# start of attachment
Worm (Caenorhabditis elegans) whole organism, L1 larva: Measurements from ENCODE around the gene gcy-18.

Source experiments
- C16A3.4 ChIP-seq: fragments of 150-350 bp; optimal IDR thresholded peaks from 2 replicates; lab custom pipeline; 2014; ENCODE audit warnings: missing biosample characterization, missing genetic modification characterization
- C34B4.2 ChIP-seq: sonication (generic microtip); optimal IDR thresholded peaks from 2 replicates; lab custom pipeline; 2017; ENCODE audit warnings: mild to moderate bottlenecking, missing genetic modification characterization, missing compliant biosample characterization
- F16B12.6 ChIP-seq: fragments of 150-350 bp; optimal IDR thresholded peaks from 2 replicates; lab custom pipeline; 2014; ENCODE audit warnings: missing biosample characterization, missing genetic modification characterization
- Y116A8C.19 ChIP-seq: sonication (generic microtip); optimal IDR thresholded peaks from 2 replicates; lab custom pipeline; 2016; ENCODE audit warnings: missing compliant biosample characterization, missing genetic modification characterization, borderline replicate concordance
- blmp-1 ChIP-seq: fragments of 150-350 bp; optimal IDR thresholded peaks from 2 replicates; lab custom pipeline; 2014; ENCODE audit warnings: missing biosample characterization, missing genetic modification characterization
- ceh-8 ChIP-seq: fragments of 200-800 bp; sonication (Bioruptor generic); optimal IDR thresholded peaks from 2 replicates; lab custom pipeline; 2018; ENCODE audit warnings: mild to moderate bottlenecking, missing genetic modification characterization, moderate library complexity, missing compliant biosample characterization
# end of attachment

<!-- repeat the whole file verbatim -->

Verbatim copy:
Worm (Caenorhabditis elegans) whole organism, L1 larva: Measurements from ENCODE around the gene gcy-18.

Source experiments
- C16A3.4 ChIP-seq: fragments of 150-350 bp; optimal IDR thresholded peaks from 2 replicates; lab custom pipeline; 2014; ENCODE audit warnings: missing biosample characterization, missing genetic modification characterization
- C34B4.2 ChIP-seq: sonication (generic microtip); optimal IDR thresholded peaks from 2 replicates; lab custom pipeline; 2017; ENCODE audit warnings: mild to moderate bottlenecking, missing genetic modification characterization, missing compliant biosample characterization
- F16B12.6 ChIP-seq: fragments of 150-350 bp; optimal IDR thresholded peaks from 2 replicates; lab custom pipeline; 2014; ENCODE audit warnings: missing biosample characterization, missing genetic modification characterization
- Y116A8C.19 ChIP-seq: sonication (generic microtip); optimal IDR thresholded peaks from 2 replicates; lab custom pipeline; 2016; ENCODE audit warnings: missing compliant biosample characterization, missing genetic modification characterization, borderline replicate concordance
- blmp-1 ChIP-seq: fragments of 150-350 bp; optimal IDR thresholded peaks from 2 replicates; lab custom pipeline; 2014; ENCODE audit warnings: missing biosample characterization, missing genetic modification characterization
- ceh-8 ChIP-seq: fragments of 200-800 bp; sonication (Bioruptor generic); optimal IDR thresholded peaks from 2 replicates; lab custom pipeline; 2018; ENCODE audit warnings: mild to moderate bottlenecking, missing genetic modification characterization, moderate library complexity, missing compliant biosample characterization